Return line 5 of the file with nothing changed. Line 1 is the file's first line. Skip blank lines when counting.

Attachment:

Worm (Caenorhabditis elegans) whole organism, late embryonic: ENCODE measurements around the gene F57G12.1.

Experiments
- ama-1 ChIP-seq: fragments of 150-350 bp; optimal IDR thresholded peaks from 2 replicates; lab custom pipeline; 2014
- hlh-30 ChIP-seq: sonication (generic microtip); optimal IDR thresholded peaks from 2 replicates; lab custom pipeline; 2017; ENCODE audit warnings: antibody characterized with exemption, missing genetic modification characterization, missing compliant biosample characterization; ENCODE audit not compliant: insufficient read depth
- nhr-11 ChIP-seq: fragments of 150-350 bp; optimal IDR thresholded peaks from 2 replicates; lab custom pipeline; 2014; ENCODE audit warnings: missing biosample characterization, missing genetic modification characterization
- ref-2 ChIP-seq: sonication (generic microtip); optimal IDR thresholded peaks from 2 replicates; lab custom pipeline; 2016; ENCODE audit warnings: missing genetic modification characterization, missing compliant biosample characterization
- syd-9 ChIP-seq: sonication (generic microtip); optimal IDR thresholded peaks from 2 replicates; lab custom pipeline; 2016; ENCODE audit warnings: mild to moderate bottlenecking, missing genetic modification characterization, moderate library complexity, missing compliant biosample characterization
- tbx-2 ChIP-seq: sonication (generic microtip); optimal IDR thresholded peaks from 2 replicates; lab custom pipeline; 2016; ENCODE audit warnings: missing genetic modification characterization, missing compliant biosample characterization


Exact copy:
- nhr-11 ChIP-seq: fragments of 150-350 bp; optimal IDR thresholded peaks from 2 replicates; lab custom pipeline; 2014; ENCODE audit warnings: missing biosample characterization, missing genetic modification characterization